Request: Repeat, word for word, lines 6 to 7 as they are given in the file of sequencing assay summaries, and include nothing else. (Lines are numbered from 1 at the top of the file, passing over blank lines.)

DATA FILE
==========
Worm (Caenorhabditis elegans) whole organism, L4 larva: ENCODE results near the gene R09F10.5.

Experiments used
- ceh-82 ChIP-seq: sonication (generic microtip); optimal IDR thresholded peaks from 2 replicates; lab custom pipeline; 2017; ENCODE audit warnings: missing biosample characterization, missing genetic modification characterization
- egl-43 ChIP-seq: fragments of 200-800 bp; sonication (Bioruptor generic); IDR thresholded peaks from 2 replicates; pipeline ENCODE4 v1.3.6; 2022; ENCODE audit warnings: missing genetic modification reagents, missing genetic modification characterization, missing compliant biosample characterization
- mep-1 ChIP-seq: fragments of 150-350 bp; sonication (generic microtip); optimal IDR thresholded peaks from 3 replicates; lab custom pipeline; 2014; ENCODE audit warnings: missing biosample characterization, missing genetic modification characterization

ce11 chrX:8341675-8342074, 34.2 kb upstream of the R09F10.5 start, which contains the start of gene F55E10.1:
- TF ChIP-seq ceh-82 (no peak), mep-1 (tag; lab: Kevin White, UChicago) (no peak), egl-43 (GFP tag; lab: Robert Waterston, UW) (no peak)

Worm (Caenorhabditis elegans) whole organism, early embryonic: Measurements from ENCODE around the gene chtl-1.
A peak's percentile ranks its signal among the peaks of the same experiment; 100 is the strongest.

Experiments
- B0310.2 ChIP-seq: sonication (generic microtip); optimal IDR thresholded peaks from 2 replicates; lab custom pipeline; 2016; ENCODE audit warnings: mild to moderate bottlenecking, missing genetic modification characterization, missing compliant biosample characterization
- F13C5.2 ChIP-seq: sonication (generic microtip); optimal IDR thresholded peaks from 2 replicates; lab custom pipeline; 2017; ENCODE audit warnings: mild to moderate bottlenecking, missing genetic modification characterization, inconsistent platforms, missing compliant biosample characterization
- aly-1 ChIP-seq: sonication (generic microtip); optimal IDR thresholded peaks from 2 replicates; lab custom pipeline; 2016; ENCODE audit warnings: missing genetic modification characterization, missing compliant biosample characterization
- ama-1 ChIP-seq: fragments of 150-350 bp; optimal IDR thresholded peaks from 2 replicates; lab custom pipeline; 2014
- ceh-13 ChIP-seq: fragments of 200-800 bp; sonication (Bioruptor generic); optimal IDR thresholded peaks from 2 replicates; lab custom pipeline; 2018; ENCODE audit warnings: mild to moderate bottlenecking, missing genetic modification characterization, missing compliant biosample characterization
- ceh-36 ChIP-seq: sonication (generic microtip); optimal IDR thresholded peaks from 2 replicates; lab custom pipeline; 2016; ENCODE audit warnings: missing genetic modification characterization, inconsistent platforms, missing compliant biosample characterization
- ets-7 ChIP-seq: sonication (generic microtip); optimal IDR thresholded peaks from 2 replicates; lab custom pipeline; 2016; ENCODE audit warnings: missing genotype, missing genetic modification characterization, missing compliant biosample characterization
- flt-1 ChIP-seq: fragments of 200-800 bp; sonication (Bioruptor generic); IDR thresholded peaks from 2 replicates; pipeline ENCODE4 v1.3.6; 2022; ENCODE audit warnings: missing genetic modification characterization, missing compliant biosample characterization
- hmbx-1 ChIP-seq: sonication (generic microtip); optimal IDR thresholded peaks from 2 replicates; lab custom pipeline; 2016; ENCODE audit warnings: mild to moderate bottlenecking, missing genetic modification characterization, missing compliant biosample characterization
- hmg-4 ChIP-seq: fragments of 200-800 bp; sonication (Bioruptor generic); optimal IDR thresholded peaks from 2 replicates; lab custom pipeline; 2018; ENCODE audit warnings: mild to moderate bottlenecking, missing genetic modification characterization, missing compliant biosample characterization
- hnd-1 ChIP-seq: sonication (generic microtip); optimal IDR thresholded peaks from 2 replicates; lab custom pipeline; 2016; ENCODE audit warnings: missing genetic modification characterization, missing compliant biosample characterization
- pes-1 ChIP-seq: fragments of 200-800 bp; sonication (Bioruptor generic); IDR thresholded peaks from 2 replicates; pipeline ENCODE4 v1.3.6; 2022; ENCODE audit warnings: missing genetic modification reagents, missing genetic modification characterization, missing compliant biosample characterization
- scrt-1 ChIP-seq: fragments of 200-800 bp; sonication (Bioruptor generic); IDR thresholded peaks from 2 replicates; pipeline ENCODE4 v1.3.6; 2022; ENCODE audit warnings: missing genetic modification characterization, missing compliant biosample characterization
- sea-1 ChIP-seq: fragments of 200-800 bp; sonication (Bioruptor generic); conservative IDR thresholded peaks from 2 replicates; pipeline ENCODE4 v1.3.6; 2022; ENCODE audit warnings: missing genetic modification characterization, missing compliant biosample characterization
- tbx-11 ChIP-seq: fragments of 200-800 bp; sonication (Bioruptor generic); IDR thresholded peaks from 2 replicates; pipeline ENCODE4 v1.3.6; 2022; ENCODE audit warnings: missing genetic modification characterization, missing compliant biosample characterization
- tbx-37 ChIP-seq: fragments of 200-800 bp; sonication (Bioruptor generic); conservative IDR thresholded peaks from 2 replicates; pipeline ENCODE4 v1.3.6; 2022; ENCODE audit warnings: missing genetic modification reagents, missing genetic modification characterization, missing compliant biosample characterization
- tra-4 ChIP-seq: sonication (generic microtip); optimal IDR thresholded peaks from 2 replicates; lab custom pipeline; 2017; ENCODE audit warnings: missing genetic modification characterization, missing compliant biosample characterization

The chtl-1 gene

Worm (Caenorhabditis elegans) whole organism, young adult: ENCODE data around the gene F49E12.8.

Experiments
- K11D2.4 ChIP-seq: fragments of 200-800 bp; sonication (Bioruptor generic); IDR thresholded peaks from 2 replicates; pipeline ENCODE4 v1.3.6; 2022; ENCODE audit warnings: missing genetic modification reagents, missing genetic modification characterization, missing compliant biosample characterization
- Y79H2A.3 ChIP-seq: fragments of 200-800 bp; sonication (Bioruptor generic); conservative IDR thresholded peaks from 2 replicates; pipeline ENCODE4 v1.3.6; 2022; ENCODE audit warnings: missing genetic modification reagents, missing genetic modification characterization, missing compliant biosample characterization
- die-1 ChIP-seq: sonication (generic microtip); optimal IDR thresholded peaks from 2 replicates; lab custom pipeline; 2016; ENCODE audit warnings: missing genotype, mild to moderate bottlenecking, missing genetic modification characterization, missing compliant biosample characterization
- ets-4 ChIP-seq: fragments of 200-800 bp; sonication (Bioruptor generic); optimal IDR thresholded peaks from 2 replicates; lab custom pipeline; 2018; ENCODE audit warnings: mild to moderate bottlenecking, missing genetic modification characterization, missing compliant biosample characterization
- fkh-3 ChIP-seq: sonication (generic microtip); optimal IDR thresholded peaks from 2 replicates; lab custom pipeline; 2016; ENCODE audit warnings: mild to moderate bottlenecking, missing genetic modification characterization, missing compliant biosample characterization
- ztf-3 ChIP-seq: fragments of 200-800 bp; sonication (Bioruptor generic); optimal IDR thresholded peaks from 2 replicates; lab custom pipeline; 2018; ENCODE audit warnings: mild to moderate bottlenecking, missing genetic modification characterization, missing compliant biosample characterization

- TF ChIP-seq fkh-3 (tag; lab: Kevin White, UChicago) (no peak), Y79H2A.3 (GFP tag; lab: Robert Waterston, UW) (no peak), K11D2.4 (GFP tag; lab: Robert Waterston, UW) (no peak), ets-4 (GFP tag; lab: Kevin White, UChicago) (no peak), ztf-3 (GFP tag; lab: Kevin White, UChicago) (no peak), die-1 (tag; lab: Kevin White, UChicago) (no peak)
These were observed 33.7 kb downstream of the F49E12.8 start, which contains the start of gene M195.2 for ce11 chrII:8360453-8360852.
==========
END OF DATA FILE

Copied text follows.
ce11 chrX:8341675-8342074, 34.2 kb upstream of the R09F10.5 start, which contains the start of gene F55E10.1:
- TF ChIP-seq ceh-82 (no peak), mep-1 (tag; lab: Kevin White, UChicago) (no peak), egl-43 (GFP tag; lab: Robert Waterston, UW) (no peak)